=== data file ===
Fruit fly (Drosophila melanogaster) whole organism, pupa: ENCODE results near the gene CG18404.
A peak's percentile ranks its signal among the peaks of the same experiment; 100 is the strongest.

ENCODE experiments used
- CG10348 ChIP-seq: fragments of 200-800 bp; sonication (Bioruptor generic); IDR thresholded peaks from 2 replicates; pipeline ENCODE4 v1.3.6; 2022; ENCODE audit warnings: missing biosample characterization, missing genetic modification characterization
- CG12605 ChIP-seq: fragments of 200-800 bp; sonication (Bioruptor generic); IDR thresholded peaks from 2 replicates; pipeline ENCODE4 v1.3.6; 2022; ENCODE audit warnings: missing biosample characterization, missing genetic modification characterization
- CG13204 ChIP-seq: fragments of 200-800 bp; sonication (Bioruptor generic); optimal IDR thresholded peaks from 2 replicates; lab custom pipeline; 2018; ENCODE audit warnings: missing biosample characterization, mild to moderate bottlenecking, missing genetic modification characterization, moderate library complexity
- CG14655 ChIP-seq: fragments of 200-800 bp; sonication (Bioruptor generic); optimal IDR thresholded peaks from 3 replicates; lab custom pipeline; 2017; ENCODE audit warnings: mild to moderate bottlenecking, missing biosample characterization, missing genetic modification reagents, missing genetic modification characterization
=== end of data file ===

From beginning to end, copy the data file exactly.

Fruit fly (Drosophila melanogaster) whole organism, pupa: ENCODE results near the gene CG18404.
A peak's percentile ranks its signal among the peaks of the same experiment; 100 is the strongest.

ENCODE experiments used
- CG10348 ChIP-seq: fragments of 200-800 bp; sonication (Bioruptor generic); IDR thresholded peaks from 2 replicates; pipeline ENCODE4 v1.3.6; 2022; ENCODE audit warnings: missing biosample characterization, missing genetic modification characterization
- CG12605 ChIP-seq: fragments of 200-800 bp; sonication (Bioruptor generic); IDR thresholded peaks from 2 replicates; pipeline ENCODE4 v1.3.6; 2022; ENCODE audit warnings: missing biosample characterization, missing genetic modification characterization
- CG13204 ChIP-seq: fragments of 200-800 bp; sonication (Bioruptor generic); optimal IDR thresholded peaks from 2 replicates; lab custom pipeline; 2018; ENCODE audit warnings: missing biosample characterization, mild to moderate bottlenecking, missing genetic modification characterization, moderate library complexity
- CG14655 ChIP-seq: fragments of 200-800 bp; sonication (Bioruptor generic); optimal IDR thresholded peaks from 3 replicates; lab custom pipeline; 2017; ENCODE audit warnings: mild to moderate bottlenecking, missing biosample characterization, missing genetic modification reagents, missing genetic modification characterization